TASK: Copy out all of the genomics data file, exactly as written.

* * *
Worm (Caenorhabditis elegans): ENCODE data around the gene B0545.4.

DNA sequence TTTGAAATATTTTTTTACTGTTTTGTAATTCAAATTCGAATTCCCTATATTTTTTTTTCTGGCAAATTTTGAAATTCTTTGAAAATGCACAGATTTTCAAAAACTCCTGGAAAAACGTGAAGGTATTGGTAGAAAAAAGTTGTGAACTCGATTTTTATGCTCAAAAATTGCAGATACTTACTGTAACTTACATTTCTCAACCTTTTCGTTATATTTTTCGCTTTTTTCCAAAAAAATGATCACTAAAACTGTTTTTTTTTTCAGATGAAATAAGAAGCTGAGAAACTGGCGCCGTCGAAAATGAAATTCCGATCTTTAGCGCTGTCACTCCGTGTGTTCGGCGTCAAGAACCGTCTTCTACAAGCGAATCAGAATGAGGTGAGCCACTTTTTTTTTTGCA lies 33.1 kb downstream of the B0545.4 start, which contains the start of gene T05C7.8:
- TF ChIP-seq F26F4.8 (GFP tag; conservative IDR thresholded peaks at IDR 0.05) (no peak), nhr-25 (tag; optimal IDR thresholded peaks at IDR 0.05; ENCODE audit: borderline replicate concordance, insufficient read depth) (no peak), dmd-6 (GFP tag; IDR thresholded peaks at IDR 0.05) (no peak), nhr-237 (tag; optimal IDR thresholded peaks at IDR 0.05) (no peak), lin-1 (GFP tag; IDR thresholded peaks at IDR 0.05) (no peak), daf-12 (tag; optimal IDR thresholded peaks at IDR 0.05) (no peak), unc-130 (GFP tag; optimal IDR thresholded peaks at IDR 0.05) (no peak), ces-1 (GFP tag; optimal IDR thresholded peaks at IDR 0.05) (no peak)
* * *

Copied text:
Worm (Caenorhabditis elegans): ENCODE data around the gene B0545.4.

DNA sequence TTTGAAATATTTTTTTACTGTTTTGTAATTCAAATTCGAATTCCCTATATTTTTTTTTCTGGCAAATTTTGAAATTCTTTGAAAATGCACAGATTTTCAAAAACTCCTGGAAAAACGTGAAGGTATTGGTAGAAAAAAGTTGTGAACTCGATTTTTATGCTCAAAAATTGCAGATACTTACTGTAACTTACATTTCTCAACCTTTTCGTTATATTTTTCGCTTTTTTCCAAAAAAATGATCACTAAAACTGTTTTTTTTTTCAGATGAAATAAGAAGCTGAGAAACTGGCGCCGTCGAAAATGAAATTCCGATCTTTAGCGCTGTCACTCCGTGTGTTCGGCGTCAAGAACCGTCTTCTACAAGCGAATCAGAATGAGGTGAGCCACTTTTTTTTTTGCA lies 33.1 kb downstream of the B0545.4 start, which contains the start of gene T05C7.8:
- TF ChIP-seq F26F4.8 (GFP tag; conservative IDR thresholded peaks at IDR 0.05) (no peak), nhr-25 (tag; optimal IDR thresholded peaks at IDR 0.05; ENCODE audit: borderline replicate concordance, insufficient read depth) (no peak), dmd-6 (GFP tag; IDR thresholded peaks at IDR 0.05) (no peak), nhr-237 (tag; optimal IDR thresholded peaks at IDR 0.05) (no peak), lin-1 (GFP tag; IDR thresholded peaks at IDR 0.05) (no peak), daf-12 (tag; optimal IDR thresholded peaks at IDR 0.05) (no peak), unc-130 (GFP tag; optimal IDR thresholded peaks at IDR 0.05) (no peak), ces-1 (GFP tag; optimal IDR thresholded peaks at IDR 0.05) (no peak)